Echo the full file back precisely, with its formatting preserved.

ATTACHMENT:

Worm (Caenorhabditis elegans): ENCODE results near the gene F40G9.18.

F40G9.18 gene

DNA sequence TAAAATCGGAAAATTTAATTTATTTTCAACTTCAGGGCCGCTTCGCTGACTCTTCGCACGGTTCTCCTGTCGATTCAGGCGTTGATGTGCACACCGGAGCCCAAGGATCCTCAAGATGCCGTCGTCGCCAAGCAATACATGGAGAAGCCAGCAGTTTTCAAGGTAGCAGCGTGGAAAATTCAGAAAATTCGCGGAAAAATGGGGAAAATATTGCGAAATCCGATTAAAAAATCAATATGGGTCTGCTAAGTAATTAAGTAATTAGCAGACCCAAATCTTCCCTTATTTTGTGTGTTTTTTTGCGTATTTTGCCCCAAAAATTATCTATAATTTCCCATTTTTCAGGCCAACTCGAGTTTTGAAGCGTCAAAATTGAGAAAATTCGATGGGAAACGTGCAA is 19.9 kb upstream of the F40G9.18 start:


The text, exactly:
Worm (Caenorhabditis elegans): ENCODE results near the gene F40G9.18.

F40G9.18 gene

DNA sequence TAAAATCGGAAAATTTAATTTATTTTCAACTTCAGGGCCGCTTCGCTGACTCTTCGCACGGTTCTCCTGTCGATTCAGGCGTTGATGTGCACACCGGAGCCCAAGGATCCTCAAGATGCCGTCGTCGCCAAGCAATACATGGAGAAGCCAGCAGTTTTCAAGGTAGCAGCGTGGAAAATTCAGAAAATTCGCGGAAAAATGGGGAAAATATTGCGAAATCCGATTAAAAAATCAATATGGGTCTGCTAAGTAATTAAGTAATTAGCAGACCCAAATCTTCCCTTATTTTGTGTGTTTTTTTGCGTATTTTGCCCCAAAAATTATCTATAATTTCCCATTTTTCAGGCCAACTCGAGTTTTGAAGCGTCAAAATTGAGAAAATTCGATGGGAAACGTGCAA is 19.9 kb upstream of the F40G9.18 start: